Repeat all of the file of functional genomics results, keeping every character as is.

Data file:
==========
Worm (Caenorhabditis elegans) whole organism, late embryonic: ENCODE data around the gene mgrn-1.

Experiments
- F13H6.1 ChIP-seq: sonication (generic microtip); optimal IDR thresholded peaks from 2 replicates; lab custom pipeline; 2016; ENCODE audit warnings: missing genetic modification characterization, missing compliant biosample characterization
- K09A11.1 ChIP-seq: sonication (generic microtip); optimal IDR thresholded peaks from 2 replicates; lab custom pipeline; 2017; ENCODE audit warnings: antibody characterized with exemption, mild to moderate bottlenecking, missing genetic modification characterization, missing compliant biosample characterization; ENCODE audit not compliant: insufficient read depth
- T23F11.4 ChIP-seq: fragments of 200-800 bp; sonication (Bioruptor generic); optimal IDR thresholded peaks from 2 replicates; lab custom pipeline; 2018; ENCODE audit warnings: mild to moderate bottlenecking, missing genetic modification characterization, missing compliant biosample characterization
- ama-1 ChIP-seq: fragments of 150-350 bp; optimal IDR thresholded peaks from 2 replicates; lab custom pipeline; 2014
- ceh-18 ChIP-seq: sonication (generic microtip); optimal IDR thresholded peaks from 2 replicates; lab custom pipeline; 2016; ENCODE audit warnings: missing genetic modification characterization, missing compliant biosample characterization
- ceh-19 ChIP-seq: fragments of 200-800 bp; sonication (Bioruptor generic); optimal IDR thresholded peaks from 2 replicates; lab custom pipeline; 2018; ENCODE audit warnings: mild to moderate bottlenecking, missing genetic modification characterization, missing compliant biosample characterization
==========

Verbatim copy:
Worm (Caenorhabditis elegans) whole organism, late embryonic: ENCODE data around the gene mgrn-1.

Experiments
- F13H6.1 ChIP-seq: sonication (generic microtip); optimal IDR thresholded peaks from 2 replicates; lab custom pipeline; 2016; ENCODE audit warnings: missing genetic modification characterization, missing compliant biosample characterization
- K09A11.1 ChIP-seq: sonication (generic microtip); optimal IDR thresholded peaks from 2 replicates; lab custom pipeline; 2017; ENCODE audit warnings: antibody characterized with exemption, mild to moderate bottlenecking, missing genetic modification characterization, missing compliant biosample characterization; ENCODE audit not compliant: insufficient read depth
- T23F11.4 ChIP-seq: fragments of 200-800 bp; sonication (Bioruptor generic); optimal IDR thresholded peaks from 2 replicates; lab custom pipeline; 2018; ENCODE audit warnings: mild to moderate bottlenecking, missing genetic modification characterization, missing compliant biosample characterization
- ama-1 ChIP-seq: fragments of 150-350 bp; optimal IDR thresholded peaks from 2 replicates; lab custom pipeline; 2014
- ceh-18 ChIP-seq: sonication (generic microtip); optimal IDR thresholded peaks from 2 replicates; lab custom pipeline; 2016; ENCODE audit warnings: missing genetic modification characterization, missing compliant biosample characterization
- ceh-19 ChIP-seq: fragments of 200-800 bp; sonication (Bioruptor generic); optimal IDR thresholded peaks from 2 replicates; lab custom pipeline; 2018; ENCODE audit warnings: mild to moderate bottlenecking, missing genetic modification characterization, missing compliant biosample characterization